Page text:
The Trump administration is reportedly poised to ban certain flavors of cartridge-based e-cigarettes but will exempt the types of devices most commonly found in vape shops.
President TrumpDonald John TrumpSchumer renews call for witnesses to testify in impeachment trial in wake of ‘game changer’ report Tulsi Gabbard: Impeachment has ‘greatly increased the likelihood’ of Trump reelection and GOP retaking House Susan Collins says she’s ‘open’ to calling witnesses in Senate impeachment trial MORE is expected to make an announcement Friday about flavored e-cigarette pods, according to two sources familiar with the matter.
The Wall Street Journal and Washington Post reported earlier Tuesday night that the vaping ban wold be limited in scope.
The administration will strip the market of every pod flavor except tobacco and menthol, the Journal reported. Pod products, such as those manufactured by Juul and NJOY, are the most popular with teens.
The move by the administration is meant to combat a surge in youth vaping. Trump and top health officials first announced a complete ban on vaping flavors and devices in September, but the president has wavered for months about whether to follow through.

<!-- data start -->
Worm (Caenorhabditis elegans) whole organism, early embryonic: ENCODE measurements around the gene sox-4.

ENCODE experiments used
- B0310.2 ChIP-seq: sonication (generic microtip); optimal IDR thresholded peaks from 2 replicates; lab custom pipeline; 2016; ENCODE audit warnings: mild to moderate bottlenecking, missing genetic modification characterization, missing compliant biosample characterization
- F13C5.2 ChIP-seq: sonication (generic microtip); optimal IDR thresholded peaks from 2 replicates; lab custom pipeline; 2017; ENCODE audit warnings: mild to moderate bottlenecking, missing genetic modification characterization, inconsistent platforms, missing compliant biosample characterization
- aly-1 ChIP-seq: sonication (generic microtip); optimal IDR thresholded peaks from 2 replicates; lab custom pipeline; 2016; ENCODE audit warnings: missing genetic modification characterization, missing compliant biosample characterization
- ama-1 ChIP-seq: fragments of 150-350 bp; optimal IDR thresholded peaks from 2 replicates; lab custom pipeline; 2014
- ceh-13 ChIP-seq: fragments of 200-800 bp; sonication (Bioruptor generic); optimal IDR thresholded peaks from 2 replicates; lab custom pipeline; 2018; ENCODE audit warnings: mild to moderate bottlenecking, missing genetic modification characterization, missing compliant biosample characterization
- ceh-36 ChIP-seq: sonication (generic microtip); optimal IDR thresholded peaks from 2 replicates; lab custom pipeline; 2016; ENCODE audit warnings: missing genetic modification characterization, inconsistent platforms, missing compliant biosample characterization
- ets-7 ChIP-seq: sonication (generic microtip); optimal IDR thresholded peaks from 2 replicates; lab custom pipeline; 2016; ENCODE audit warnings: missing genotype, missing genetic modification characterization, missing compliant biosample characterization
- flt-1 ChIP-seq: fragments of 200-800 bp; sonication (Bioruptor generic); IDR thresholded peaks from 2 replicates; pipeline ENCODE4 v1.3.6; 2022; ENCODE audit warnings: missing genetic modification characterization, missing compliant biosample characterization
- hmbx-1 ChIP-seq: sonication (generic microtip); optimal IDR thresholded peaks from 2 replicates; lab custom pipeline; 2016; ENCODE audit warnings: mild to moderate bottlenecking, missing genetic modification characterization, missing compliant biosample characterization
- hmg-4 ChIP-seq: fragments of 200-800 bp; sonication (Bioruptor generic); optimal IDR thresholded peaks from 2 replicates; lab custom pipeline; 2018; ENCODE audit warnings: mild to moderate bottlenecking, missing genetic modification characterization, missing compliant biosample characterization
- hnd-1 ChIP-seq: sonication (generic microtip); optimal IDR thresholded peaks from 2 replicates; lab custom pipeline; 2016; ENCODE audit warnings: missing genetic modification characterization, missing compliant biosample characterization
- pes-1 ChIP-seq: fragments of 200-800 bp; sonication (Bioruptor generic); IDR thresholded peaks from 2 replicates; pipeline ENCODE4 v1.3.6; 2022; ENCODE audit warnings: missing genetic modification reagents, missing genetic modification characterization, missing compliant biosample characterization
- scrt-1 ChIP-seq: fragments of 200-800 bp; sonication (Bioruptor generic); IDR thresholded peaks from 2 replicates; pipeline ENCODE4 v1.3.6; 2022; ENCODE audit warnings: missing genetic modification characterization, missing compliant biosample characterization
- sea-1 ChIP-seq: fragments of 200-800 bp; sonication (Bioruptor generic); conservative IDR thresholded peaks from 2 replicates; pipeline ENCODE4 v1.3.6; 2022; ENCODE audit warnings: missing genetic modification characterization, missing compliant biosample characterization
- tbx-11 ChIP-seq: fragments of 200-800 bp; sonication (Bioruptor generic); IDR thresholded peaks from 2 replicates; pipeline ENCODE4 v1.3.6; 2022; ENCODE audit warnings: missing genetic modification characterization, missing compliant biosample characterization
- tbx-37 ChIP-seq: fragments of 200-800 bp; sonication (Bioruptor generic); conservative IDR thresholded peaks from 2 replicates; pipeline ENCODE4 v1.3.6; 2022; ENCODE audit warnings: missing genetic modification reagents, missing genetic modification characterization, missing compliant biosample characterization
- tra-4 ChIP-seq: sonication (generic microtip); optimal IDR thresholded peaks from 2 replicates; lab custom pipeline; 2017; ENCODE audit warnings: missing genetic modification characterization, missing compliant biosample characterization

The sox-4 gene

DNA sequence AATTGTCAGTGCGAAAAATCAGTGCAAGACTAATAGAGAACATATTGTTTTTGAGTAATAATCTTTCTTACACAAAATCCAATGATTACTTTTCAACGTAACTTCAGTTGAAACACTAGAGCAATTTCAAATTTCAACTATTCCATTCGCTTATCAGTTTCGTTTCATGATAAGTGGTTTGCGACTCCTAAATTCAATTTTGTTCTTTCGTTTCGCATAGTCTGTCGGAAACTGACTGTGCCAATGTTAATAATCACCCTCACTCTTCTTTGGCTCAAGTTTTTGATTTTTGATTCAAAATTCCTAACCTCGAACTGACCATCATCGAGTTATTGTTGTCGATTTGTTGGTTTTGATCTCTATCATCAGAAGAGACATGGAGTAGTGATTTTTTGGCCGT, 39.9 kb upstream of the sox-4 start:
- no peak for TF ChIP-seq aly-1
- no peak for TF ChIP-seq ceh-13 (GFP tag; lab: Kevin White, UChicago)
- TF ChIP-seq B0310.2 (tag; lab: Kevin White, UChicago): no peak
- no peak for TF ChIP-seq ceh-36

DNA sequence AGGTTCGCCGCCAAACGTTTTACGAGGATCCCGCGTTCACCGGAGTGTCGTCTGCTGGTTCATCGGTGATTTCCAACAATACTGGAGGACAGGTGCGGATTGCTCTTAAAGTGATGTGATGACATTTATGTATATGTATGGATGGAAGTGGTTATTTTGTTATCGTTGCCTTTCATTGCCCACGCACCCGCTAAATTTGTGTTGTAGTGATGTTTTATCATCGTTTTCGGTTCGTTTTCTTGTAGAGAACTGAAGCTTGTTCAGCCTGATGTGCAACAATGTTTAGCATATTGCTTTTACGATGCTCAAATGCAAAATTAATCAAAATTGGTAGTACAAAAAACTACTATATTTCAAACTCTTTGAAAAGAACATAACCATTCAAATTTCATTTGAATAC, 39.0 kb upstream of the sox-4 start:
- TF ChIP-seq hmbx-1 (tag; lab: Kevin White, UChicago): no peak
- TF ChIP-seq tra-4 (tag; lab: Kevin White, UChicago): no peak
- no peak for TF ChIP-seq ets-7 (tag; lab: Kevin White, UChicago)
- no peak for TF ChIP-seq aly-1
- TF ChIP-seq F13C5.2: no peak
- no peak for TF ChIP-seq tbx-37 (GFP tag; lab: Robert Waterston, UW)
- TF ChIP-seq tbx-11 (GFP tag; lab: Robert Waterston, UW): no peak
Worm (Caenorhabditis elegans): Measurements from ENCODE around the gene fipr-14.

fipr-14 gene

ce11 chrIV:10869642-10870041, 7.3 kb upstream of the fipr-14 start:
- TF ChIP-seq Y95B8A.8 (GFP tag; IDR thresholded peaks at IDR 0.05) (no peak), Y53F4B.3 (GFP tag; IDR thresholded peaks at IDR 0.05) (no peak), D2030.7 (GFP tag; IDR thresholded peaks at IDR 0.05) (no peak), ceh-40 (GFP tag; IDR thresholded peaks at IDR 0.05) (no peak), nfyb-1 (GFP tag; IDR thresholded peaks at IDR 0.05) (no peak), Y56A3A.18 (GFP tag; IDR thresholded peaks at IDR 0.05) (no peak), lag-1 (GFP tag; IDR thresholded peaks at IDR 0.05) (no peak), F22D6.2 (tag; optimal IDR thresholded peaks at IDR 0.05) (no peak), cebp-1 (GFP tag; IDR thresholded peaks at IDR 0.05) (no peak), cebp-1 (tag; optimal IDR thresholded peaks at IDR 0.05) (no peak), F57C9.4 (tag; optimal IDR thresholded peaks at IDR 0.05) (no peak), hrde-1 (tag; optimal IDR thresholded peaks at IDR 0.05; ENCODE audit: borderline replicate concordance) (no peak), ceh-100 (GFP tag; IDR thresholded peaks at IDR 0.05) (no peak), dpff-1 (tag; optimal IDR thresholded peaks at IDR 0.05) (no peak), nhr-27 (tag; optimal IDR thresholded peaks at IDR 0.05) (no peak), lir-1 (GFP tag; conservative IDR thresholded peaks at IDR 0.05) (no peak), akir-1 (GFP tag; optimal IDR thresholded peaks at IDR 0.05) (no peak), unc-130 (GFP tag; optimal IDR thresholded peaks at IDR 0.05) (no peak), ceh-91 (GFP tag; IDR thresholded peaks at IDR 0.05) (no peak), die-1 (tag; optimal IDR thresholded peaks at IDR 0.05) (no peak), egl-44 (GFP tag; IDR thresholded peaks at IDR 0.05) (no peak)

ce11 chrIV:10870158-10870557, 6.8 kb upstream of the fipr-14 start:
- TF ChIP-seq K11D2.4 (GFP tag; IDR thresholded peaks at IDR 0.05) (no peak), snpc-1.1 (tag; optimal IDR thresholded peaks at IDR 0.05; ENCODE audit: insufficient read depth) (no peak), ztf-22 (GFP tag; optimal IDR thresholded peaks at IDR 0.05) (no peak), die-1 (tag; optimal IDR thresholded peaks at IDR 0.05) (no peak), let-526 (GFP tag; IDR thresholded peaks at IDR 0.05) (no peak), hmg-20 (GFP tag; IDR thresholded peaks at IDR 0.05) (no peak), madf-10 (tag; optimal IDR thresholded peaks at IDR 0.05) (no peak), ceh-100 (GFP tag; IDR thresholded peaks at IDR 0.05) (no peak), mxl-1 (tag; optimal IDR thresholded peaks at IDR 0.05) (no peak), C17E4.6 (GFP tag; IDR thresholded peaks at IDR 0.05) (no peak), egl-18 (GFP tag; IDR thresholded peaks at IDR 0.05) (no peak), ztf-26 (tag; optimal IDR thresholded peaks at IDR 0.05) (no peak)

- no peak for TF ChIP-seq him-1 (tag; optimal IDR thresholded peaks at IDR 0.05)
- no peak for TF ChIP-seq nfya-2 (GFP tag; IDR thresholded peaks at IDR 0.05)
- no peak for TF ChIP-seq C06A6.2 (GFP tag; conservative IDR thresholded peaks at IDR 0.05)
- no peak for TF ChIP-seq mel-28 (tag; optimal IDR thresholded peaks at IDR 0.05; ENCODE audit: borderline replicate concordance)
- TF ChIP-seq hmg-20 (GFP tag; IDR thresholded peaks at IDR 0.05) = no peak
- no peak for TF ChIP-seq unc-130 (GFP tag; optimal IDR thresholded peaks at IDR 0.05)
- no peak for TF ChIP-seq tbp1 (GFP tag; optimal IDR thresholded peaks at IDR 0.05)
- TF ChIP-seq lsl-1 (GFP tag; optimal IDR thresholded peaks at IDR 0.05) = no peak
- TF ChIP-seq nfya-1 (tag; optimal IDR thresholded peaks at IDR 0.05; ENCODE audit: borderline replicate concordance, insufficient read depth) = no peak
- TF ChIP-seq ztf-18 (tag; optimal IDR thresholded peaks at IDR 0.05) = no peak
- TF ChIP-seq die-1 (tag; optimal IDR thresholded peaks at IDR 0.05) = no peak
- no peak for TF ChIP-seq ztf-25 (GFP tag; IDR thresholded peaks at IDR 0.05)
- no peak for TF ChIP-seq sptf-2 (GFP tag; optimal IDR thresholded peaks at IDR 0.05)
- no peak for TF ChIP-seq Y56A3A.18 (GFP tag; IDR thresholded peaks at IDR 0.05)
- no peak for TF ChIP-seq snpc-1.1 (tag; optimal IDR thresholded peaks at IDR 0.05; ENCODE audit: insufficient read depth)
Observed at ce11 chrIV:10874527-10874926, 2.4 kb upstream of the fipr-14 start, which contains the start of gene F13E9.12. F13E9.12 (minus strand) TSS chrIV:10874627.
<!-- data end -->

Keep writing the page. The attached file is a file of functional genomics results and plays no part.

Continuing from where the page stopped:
He reportedly scrapped the earlier policy after being warned of potential political consequences. During a tense meeting at the White House with vaping industry representatives and anti-tobacco advocates in November, Trump signaled he was walking back the long-delayed proposal amid concerns from campaign advisers and pro-vaping groups over job losses.
Vaping advocates and Trump political allies had been pushing the administration to exempt mint and menthol flavors from its earlier ban.
Juul has dominated the e-cigarette market with its sleek, flash drive-shaped devices, and the popularity of its fruity flavors has led public health experts and federal health officials to blame the company for the teen vaping “epidemic.”
Anticipating a potential ban, Juul earlier this year pulled all of its fruit flavors from the market. It continues to sell tobacco and menthol.
The forthcoming move by the administration would essentially be a compromise between the two camps.
A measure included in the year-end spending bill signed by Trump will ban sales of tobacco products to anyone under the age of 21. That move was backed by the tobacco industry, which had hopes of avoiding any more serious regulation.
Brett Samuels contributed.
Updated at 9:41 p.m.